Bus 105 crossing the Chain suspension Bridge.

 
The next day I walked into the city and spoke to someone at the bank where I had withdrawn the cash. I had subsequently written to the British Embassy, the Hungarian Police and Hungarian Tourist Authority, the latter of whom replied several months later after having conducted their own investigation; however, nothing came of it. In the evening Zoltan and I drove to Széchenyi baths yet again, meeting up with Zita and a colleague of hers from England, Amanda, where we stayed till closing time. Thursday morning, the penultimate day of my departure, I drove to the baths yet again and spent up to three hours there. I found it hard to put the unsavoury incident of two days ago out of my mind. I ordered a massage and watched a group of elderly men, regulars at the baths, play a game of chess in the large pool. It was a delightful scene which I was fortunate to have captured on camera. Upon his return in the evening from the office, Zoltan took me his favourite restaurant Klassz at Andrássy út 41 in the city centre, where we enjoyed a sumptuous meal. Later Zoltan and I met Zita at Inversium. Zoltan's niece Zsuzsanna had brought along her baby to show to us. Zoltan and I then drove to the main rail station in Budapest around midnight, where I bought my rail ticket to Brno, from where I would catch my return flight to Stansted.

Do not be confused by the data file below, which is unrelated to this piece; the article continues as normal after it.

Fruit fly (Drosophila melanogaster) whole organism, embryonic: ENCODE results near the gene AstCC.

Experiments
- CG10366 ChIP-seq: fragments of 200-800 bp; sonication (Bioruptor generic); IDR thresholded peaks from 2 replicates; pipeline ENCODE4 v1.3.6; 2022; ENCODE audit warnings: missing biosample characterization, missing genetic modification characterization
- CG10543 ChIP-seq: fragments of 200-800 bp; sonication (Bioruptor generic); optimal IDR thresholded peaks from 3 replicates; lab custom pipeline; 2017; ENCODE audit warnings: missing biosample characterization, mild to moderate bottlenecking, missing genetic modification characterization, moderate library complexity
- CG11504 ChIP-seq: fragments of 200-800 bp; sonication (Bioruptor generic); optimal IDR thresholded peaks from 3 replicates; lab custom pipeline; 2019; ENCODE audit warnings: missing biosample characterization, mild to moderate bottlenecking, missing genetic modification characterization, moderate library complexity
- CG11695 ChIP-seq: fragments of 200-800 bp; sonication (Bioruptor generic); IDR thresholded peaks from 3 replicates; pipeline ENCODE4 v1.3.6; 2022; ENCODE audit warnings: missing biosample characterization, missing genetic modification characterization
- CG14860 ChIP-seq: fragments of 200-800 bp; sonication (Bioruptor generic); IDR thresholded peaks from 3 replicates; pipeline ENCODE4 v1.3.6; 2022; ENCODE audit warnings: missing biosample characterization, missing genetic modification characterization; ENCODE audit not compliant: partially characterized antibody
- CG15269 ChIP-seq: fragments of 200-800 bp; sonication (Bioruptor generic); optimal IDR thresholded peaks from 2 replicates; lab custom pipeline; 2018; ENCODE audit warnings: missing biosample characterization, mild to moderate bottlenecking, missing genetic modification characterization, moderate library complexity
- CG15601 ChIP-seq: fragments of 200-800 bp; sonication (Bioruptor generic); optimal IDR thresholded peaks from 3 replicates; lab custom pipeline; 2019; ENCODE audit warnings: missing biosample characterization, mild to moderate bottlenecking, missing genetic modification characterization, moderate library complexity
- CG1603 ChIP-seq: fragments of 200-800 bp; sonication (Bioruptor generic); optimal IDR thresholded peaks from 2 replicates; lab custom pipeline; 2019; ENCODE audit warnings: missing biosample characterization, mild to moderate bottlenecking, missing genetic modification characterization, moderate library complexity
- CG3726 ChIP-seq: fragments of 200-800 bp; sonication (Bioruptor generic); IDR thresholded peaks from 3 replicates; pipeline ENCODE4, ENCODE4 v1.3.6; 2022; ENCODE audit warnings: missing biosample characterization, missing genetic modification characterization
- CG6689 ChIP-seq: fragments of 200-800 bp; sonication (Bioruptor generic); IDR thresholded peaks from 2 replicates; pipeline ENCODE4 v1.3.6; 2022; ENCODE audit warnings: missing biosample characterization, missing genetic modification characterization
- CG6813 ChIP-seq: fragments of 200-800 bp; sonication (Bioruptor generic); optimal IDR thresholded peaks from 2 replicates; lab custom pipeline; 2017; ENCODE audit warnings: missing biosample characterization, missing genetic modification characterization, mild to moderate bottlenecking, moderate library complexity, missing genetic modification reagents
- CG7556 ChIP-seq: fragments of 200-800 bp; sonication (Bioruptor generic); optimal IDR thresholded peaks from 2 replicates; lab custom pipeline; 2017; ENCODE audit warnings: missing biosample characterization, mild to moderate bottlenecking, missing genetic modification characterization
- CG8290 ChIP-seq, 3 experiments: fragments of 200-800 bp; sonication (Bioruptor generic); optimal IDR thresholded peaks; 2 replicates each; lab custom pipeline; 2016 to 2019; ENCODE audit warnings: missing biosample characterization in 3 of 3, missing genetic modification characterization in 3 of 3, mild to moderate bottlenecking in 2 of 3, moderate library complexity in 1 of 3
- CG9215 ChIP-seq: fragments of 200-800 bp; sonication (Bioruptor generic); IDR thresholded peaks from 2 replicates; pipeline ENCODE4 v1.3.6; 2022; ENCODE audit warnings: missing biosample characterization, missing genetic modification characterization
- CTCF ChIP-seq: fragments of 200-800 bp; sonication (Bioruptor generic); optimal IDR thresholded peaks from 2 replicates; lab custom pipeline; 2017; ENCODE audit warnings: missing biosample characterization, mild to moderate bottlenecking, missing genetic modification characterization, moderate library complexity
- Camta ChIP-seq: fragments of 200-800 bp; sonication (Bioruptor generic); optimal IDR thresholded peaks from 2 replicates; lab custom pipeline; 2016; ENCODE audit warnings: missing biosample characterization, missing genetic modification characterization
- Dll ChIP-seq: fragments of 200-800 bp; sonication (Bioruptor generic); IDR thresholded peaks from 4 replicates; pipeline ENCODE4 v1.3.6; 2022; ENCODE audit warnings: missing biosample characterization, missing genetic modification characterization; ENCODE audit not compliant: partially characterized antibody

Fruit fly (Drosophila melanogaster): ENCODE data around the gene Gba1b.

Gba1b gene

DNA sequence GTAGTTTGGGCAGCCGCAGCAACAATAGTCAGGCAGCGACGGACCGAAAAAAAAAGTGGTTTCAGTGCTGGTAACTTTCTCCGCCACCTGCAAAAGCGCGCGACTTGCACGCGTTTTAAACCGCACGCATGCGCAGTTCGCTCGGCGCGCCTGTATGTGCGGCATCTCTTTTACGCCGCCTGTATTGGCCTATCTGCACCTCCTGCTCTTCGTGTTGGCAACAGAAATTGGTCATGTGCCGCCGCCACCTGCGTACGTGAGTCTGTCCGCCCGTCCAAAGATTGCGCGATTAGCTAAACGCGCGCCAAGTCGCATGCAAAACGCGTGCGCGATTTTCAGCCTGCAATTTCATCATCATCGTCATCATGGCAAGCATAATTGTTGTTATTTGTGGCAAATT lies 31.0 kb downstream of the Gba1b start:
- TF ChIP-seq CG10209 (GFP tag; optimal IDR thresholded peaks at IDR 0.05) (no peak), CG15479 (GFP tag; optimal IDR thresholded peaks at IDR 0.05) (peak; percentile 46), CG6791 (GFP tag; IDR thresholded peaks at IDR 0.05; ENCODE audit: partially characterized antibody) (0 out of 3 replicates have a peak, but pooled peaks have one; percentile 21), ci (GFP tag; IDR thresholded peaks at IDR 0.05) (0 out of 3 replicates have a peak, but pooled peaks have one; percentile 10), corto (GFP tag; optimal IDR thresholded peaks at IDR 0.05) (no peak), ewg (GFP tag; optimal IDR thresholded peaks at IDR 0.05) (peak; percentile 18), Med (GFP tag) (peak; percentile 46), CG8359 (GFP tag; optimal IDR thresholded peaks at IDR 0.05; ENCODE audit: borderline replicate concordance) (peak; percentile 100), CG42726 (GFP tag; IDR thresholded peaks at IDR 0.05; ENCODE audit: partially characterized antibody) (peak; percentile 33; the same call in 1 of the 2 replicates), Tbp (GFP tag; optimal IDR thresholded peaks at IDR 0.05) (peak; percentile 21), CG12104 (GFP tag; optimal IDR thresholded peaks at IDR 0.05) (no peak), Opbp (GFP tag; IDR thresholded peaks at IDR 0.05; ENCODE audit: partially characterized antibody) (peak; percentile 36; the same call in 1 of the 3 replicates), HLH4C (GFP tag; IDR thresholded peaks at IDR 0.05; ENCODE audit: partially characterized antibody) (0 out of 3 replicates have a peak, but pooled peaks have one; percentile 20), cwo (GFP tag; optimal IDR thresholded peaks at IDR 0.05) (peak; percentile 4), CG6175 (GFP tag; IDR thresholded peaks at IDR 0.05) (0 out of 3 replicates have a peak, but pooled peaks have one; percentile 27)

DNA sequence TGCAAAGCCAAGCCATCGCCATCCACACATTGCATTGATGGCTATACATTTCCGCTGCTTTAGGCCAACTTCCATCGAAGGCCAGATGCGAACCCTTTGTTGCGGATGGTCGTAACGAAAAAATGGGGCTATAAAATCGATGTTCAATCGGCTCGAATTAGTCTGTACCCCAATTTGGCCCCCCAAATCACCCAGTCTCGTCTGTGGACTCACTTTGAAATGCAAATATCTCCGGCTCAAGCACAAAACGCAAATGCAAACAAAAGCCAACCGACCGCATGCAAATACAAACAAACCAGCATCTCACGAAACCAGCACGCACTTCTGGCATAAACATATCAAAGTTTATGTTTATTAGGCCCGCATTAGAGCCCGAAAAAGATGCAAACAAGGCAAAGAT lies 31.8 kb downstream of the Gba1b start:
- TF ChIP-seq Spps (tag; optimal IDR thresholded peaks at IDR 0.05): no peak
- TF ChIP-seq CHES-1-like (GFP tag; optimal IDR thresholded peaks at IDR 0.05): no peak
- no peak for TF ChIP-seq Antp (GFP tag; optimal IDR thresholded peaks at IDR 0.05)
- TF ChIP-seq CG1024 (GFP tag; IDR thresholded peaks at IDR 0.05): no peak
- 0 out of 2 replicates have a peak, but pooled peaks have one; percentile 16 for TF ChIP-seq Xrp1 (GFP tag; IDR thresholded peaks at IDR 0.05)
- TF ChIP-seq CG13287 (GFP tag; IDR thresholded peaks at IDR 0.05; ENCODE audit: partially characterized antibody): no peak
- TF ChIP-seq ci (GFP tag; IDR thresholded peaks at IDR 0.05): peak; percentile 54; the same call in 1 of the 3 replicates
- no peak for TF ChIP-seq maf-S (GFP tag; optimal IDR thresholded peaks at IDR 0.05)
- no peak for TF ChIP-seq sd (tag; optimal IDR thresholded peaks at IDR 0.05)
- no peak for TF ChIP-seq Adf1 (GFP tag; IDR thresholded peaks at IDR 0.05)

The tram line running in the direction of Petőfi Bridge, near the National Theatre, Eötvös Lóránd (Science) University and Gellért Hill beyond, on the left.

 

Budapest's modern National Theatre.

 

The pond at Budapest's National Theatre, with references in the design to the old theatre destroyed by the Hungarian Communist regime.

 
 

The spiral walk at the National Theatre; Budapest's new National Theatre building and its elegant façade.

 
Dropped off by Zoltan early the following morning on his way to work at the main rail station at Teréz körút 55 in the city centre. It was the same rail station I had arrived at and left from way back in 1988, on a weekend visit from Vienna, a year before the fall of the Berlin Wall. To think that this year would be the 20th anniversary commemorating the collapse.  I boarded my train, which left at 09h36, which headed off into the countryside. I found the transformation in terms of the development upon crossing the border into Slovakia quite remarkable. Slovakia converted to the euro on 1st January, 2009. The journey in fact took me via Bratislava, where I had flown in, before continuing on the Brno in the Czech Republic. The weather, which had been kind to me earlier in the week, turned to rain, so I headed to the airport, only a short bus trip, where I waited until my flight departure at 17h05. I was home at 20h45, after the train trip via Cambridge.